The articles below narrate some of Betty’s adventures such as a woodcarving competition in Dongyang, China, the Collectors of Wood Art’s 2015 Lifetime Achievement Award, and a profile article by David Fry in American Woodturner journal. This article also tells about Scarpino’s photojournalism residency for the 2016 Windgate ITE International Residency sponsored by the Center for Art in Wood.
“Trained in Industrial Arts in college and in design classes at Arrowmont, Betty had been taught the importance of detailed drawing and clay modeling before executing the real work. Those classes proved to be the only occasions when she actually went through the preliminaries. Since then, she’s worked primarily through intuition. As she says, “I’ll have an idea of a form that I want to make. Then I’ll go and get the biggest and best piece of wood that I can find that will allow me to be excited about what I want to make. Using premium wood is both a motivation and a risk. But if I want to go to a lot of trouble, I may as well shoot for a really worthy outcome.”
“In China, becoming a Master Carver confers status and wealth. We witnessed that firsthand while attending a lavish dinner at Master Lu’s “workshop.” Master Lu Guangzheng is China Arts and Crafts Master and Asia Pacific Region Arts and Crafts Master. Master Lu employs hundreds of workers who carve and sand his picturesque panels. Prices are high and sales obviously brisk. Carving in China is big business, and Dongyang, the city we visited, is seen as China’s woodcarving capital.”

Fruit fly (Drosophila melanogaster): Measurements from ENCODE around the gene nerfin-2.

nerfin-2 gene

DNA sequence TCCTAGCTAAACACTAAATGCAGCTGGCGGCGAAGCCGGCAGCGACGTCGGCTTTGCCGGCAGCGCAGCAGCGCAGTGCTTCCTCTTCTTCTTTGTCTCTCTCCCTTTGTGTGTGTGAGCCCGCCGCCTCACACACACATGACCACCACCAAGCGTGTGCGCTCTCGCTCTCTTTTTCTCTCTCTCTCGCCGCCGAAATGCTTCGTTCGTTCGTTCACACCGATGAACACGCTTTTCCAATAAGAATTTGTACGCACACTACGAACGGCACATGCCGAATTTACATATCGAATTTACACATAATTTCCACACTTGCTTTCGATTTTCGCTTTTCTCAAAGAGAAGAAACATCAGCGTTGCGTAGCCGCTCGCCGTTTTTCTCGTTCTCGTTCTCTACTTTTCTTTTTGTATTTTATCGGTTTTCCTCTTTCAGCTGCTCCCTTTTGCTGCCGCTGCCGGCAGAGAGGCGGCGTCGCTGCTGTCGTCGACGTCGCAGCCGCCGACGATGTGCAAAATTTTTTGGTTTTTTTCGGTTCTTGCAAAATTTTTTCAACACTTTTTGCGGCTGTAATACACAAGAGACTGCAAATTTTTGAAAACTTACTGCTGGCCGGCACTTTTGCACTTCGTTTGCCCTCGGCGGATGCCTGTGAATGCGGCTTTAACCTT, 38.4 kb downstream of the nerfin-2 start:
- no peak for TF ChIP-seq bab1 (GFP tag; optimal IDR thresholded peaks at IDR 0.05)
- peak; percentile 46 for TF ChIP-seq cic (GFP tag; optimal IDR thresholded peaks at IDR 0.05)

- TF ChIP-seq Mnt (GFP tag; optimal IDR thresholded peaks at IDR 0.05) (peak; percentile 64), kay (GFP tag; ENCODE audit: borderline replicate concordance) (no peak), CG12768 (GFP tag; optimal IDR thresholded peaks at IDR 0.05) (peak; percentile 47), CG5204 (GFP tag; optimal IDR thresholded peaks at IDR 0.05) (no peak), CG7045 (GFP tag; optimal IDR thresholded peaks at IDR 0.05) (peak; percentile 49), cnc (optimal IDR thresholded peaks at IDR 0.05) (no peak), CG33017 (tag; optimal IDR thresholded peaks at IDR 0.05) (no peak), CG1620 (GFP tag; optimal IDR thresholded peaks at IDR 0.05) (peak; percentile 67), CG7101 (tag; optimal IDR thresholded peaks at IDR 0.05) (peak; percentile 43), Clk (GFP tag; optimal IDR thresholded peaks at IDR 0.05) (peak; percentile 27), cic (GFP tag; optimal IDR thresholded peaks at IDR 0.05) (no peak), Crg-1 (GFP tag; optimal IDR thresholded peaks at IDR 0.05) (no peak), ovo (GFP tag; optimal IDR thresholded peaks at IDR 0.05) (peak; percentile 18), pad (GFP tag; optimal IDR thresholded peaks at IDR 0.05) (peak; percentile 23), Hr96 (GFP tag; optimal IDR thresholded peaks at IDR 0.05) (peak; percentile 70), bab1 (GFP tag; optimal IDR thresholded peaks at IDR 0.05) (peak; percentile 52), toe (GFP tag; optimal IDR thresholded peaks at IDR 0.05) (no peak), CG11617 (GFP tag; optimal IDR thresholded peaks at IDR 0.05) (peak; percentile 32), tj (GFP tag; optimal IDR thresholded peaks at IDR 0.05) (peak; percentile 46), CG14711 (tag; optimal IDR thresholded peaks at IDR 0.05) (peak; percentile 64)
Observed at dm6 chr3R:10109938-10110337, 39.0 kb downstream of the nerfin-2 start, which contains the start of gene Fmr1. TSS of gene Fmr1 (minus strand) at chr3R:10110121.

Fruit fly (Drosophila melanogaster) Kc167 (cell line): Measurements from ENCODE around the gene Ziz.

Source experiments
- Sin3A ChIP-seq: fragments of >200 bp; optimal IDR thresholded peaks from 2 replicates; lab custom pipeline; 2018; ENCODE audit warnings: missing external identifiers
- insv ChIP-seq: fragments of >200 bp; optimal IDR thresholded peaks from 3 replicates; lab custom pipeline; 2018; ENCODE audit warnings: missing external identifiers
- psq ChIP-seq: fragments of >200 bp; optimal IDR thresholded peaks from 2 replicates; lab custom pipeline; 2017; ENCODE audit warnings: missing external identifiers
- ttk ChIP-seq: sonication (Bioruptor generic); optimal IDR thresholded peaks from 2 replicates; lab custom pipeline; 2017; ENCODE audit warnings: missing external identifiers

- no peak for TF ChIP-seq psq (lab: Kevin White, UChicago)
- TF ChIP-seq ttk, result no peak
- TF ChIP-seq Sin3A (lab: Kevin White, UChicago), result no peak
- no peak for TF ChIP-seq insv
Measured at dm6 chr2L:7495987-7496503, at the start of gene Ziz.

“Creating a sculpture on commission involves a dialogue of trust. I first met Kay Kitagawa and Andy Johnson-Laird in Canada at the Emma Lake Collaborative, a five-day event held in a beautiful, remote area in northern Saskatchewan. Kay and Andy were there to experience makers creating and to record video interviews of several artists, myself included. We shared meals and lively conversations.
“After the event, Kay and Andy asked if I would be interested in creating a sculpture for them. I was delighted, and after discussing options, I began working on ideas. More than a year later, I delivered ‘Night Wind’.”
“Betty J. Scarpino has received the 2015 Lifetime Achievement Award from the
Collectors of Wood Art (CWA). She was chosen as the 15th winner of the award by CWA’s board of directors in recognition of her more than thirty years of contributions to the wood art field as an artist, teacher, editor, writer, and strong advocate/role model for women in the field.
“Scarpino has always had an influential presence among wood artists. Her emphasis on sculptural lines and form over material in the 1990s was often cause for debate. Her work is now represented in the permanent collections of more than twenty museums.”